No sooner had Uhuru Kenyatta been declared winner of last month’s General Election than he updated his @UKenyatta Twitter handle to read: President-Elect, The Republic of Kenya.
When the Supreme Court upheld his victory on Saturday, Mr Kenyatta took to the micro blogging site to thank his supporters and express his elation at the judgment.
“Thank you Kenya. Thank you Kenya. Thank you Kenya. I pledge that I will deliver. God Bless you all,” tweeted the President-elect on March 30.
The post has so far been retweeted or shared 710 times and marked as ‘favourite,’ the equivalent of ‘like’ by a further 291 followers.
The 51-year old @UKenyatta is set to be Kenya’s first tweeting President; and East Africa’s third Head of State to have a verified Twitter account after Rwanda’s Paul Kagame and Jakaya Kikwete of Tanzania.
He was in October last year listed among Africa’s top 10 tweeting politicians by British newspaper the Guardian. Last week, he appeared on Sahan Journal’s list of top 10 African presidents on Twitter.
Mr Kenyatta joins @PaulKagame and @jmkikwete who are the region’s active tweeps in the social blogosphere.
The President-elect’s says his favourite gadget is an iPhone, while US President Barrack Obama uses a BlackBerry smartphone.
There are less than 10 African presidents with verified Twitter accounts, usually marked by a blue tick badge on the profile to establish the authenticity of the user.
Other tweeting presidents in the continent with genuine accounts include South Africa’s Jacob Zuma whose handle is @SAPresident, Ghana’s @JDMahama, Egypt’s @MuhammadMorsi and Cameroon’s @PaulBiya.
The other African leaders have multiple unverified accounts on Twitter which makes it impossible to identify the real faces behind the profiles.
Most African leaders take to the micro blogging site limited to 140 characters to trumpet their achievements, share pictures and speeches and interact with their subjects.
It is likely that Mr Kenyatta will choose to announce some of his decisions, thoughts, itinerary and even solicit public views through social media.
Mr Kenyatta, who joined Twitter on August 26, 2010 and has 147,980 followers, is not new to using to social media as a public participation tool.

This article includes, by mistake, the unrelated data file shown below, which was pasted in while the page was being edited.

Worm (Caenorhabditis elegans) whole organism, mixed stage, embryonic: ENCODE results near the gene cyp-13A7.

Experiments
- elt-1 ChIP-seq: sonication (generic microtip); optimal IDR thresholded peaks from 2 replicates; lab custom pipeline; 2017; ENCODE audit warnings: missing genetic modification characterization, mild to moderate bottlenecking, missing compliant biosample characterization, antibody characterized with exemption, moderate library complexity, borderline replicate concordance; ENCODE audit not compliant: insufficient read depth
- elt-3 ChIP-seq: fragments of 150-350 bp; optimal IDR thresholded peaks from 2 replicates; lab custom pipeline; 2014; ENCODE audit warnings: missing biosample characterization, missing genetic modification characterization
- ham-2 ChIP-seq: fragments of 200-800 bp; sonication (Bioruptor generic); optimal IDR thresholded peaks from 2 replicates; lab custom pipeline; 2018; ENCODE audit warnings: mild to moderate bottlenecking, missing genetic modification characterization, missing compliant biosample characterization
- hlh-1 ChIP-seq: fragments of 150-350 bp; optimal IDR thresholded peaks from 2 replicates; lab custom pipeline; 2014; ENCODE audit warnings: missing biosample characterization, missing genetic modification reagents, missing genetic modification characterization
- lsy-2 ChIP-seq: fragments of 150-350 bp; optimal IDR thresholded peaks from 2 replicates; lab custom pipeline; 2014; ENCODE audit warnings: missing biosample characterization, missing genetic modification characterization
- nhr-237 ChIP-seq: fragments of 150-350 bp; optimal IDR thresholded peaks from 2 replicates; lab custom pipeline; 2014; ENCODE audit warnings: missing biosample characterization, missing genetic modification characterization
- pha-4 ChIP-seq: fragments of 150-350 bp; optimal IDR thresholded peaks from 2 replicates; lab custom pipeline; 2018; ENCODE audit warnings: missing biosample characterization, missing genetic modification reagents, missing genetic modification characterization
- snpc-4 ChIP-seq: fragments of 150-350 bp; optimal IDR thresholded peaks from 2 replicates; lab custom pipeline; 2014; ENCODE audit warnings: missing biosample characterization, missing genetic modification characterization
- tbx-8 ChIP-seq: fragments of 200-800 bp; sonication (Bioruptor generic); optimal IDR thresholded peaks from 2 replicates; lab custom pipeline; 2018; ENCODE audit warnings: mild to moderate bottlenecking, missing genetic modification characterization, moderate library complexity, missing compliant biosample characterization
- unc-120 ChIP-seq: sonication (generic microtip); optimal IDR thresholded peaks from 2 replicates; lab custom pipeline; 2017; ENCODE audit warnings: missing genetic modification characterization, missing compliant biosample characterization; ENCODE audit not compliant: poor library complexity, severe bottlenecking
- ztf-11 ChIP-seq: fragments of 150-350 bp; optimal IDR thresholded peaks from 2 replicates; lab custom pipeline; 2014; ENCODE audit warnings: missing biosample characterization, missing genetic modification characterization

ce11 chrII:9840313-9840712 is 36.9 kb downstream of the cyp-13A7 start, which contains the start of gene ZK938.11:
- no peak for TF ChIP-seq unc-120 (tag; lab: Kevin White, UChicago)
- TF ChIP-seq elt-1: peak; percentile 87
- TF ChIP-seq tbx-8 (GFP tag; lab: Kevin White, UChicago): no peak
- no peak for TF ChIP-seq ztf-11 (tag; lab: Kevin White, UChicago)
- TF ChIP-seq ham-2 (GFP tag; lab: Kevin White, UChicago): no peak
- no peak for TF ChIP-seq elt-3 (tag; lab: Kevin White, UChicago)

During his reign as Finance minister, Mr Kenyatta twice used social networking sites Twitter and Facebook to invite the public to input their thoughts in the National Budget.
“I also took the liberty to include the growing number of tech savvy Kenyans who are active on social media through an online suggestion form and a Facebook and Twitter campaign on my official pages,” Mr Kenyatta said in a statement dated June 2, 2011.
In the 2011/2012 and 2012/2013 Budget preparation cycles, Mr Kenyatta sent out Twitter alerts and Facebook posts calling on Kenyans to participate in the crucial exercise by giving suggestions, ideas and proposals on the interventions or actions taxpayers would like to see in the fiscal estimates.
“Hey guys. I’d like to invite you to share your ideas on the 2012 - 2013 Budget following the success we had last year,” tweeted @UKenyatta on January 19, last year. “Also, please feel free to blog, DM or email me your suggestions.”
The Treasury reported that it had received more than 3,000 submissions last year through tweets, Facebook wall posts, emails and blogs.
A study by Portland Communications released in January last year ranked Kenyans are the second most active Twitter users in the continent after South Africa.
Kenya is estimated to have about three million Twitter users and more than four million Facebook accounts, most of whom are in the 20 to 35 age bracket and access the sites via mobile phones.
Mr Kenyatta’s Jubilee coalition touted itself as the ‘digital team’ and outlined a raft of promises in its manifesto to revolutionise the information and communication technology (ICT) sector.
“We aim to propel Kenya into Africa’s high-tech capital and creating a ‘Silicon Savannah’ of interconnected telecommunications hubs to power our growing economy,” reads the coalition’s manifesto.
Mr Kenyatta promised to establish a universal single registration system activated at birth which will streamline registration, natio